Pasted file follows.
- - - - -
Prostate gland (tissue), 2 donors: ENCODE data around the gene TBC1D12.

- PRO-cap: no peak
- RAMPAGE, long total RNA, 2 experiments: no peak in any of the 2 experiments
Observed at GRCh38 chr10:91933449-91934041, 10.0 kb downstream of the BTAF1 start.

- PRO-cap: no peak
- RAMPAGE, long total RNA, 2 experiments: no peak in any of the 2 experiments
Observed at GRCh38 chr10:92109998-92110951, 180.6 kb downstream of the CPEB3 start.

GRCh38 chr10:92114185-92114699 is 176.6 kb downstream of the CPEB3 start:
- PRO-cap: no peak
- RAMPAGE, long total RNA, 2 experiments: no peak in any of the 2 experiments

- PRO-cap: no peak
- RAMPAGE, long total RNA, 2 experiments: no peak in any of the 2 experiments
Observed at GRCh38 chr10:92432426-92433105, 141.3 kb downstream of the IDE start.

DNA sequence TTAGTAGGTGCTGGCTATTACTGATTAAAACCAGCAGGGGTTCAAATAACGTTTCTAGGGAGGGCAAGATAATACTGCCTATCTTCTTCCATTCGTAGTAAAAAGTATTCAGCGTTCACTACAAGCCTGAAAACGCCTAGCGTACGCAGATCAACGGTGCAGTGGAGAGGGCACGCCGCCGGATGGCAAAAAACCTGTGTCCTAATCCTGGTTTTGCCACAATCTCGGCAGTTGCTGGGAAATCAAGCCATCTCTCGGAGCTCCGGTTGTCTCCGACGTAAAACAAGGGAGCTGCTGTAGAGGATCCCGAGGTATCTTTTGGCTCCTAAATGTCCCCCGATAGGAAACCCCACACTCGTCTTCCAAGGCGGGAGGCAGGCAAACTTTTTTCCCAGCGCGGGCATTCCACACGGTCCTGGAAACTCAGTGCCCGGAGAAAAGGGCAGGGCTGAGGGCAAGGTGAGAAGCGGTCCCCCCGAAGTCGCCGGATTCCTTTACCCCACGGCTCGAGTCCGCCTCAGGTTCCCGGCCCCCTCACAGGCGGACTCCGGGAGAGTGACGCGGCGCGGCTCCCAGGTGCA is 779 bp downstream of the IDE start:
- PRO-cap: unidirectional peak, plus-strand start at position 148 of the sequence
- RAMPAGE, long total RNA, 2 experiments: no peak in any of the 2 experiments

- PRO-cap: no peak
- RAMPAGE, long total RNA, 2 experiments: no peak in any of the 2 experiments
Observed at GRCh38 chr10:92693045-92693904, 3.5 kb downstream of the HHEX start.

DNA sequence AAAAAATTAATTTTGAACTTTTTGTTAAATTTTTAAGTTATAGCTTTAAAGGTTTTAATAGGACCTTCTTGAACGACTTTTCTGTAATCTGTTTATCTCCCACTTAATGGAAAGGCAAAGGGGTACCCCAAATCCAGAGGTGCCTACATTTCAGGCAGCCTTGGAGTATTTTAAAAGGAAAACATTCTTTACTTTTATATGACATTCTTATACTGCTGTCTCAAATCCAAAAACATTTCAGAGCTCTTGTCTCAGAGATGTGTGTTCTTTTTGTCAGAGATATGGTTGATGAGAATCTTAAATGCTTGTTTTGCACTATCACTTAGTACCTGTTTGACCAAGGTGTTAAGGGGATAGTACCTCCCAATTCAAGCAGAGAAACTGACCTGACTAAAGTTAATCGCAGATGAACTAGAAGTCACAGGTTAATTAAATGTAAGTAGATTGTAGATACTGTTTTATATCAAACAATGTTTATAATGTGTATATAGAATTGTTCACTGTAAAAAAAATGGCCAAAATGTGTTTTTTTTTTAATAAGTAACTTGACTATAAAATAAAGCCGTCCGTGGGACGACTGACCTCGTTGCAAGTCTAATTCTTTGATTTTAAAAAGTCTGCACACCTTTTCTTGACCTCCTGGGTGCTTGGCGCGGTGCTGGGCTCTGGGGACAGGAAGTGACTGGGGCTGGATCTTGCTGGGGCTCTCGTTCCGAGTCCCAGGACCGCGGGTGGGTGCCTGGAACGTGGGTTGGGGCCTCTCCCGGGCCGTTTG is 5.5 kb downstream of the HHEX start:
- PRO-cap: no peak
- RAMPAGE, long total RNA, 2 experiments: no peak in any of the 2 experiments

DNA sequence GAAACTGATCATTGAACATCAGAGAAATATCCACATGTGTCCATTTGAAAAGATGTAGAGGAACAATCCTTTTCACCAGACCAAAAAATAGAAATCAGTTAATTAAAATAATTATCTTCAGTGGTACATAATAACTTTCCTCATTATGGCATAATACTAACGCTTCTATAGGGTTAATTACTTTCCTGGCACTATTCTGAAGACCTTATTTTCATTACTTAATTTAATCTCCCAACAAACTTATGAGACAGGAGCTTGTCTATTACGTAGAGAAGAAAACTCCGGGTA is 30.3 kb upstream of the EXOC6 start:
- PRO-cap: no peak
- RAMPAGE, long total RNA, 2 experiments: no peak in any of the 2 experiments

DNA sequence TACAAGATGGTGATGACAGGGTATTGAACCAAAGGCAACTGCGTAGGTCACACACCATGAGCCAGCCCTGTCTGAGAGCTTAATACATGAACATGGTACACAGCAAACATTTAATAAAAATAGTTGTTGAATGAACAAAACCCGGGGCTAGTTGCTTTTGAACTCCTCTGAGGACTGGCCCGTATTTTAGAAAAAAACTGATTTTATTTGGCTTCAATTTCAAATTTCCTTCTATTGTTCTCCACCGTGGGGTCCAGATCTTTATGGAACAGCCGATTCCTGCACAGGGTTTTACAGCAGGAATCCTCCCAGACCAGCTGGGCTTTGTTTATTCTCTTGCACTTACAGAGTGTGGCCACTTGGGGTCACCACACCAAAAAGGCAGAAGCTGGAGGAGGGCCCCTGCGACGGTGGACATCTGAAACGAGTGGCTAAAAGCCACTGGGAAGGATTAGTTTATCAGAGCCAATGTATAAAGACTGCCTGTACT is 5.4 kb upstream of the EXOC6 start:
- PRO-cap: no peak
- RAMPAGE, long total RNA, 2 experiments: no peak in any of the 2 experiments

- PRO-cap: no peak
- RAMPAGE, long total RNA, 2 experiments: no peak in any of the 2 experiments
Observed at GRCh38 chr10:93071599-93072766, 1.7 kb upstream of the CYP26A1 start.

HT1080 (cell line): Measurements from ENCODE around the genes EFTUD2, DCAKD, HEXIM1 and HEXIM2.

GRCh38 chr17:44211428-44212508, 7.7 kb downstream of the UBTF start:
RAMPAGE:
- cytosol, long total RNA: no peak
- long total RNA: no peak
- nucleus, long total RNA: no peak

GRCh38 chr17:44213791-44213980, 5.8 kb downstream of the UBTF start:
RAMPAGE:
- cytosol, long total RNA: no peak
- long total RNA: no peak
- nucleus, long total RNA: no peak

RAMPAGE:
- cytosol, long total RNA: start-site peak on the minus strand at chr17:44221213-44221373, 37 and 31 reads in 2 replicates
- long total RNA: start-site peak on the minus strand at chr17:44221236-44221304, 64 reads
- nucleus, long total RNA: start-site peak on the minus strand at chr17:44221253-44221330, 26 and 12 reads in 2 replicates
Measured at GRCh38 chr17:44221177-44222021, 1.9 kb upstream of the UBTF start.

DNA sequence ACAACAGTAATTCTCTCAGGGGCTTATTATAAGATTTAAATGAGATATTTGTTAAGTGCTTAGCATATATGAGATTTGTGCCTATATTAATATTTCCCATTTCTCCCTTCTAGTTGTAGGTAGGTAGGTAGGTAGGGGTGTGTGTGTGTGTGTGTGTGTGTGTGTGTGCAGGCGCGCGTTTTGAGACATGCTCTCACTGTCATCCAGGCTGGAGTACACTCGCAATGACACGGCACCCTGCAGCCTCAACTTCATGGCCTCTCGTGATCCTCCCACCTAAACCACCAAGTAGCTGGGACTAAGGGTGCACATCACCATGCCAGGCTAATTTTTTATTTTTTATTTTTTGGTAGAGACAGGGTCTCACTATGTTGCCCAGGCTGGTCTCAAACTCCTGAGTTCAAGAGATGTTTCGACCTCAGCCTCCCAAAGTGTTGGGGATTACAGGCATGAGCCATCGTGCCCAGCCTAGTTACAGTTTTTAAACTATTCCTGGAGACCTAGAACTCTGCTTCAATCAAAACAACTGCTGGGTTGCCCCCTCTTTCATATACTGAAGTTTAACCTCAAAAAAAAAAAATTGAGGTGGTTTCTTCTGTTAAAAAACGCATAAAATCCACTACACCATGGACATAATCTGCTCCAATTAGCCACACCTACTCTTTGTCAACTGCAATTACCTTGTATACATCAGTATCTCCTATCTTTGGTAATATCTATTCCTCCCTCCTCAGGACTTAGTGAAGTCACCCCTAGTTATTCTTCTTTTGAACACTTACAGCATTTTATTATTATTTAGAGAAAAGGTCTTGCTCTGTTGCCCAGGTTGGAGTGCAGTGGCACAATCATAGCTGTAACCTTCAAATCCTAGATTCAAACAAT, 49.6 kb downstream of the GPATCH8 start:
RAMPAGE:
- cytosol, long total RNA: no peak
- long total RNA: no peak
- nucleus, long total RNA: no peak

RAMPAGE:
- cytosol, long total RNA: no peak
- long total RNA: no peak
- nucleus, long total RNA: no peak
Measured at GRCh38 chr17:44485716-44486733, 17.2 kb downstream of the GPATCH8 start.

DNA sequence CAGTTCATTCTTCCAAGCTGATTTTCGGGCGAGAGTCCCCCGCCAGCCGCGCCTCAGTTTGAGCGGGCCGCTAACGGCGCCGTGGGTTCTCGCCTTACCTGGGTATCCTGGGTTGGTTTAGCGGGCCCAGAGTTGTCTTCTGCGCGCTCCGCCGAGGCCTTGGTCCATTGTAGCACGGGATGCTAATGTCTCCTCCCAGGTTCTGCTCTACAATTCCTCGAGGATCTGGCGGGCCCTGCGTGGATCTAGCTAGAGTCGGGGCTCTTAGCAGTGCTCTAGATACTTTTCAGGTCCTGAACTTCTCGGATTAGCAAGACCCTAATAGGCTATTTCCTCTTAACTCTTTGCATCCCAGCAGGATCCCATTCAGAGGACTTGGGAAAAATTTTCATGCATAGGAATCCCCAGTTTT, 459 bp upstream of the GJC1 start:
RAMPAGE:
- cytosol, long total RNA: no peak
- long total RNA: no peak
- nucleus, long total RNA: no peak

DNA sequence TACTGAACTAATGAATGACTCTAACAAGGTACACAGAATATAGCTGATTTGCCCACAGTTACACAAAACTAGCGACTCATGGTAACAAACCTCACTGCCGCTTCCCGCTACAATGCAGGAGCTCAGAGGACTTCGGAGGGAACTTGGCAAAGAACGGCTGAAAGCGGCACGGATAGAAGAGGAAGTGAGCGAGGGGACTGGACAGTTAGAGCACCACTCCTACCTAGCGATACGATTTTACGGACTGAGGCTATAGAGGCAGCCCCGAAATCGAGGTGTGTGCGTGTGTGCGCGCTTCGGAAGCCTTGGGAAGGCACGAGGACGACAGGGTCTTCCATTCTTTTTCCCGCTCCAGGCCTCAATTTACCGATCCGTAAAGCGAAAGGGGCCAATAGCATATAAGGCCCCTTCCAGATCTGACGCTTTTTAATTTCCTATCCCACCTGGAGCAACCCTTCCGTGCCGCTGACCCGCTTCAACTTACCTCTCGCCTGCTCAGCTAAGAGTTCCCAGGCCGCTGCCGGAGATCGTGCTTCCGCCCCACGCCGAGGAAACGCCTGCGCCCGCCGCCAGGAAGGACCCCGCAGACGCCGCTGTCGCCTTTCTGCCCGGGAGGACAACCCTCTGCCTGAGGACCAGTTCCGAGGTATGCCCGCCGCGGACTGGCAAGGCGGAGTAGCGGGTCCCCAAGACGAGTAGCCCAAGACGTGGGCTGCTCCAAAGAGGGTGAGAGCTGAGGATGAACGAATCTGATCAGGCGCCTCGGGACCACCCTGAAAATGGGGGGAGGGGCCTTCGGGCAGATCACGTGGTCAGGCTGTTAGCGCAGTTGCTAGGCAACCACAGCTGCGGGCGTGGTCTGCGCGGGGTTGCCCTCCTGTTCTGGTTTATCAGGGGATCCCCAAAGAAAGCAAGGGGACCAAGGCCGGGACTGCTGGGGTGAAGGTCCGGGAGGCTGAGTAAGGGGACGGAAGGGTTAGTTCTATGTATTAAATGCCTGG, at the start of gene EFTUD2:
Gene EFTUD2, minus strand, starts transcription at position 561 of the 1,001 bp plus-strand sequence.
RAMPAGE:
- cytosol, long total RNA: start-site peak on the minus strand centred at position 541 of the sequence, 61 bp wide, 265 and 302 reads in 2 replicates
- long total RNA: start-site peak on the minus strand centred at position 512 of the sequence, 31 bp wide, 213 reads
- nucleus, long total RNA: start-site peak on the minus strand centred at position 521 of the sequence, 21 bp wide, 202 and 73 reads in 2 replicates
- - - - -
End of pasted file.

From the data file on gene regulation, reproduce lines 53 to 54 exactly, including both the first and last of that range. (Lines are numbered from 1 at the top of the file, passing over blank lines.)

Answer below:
RAMPAGE:
- cytosol, long total RNA: no peak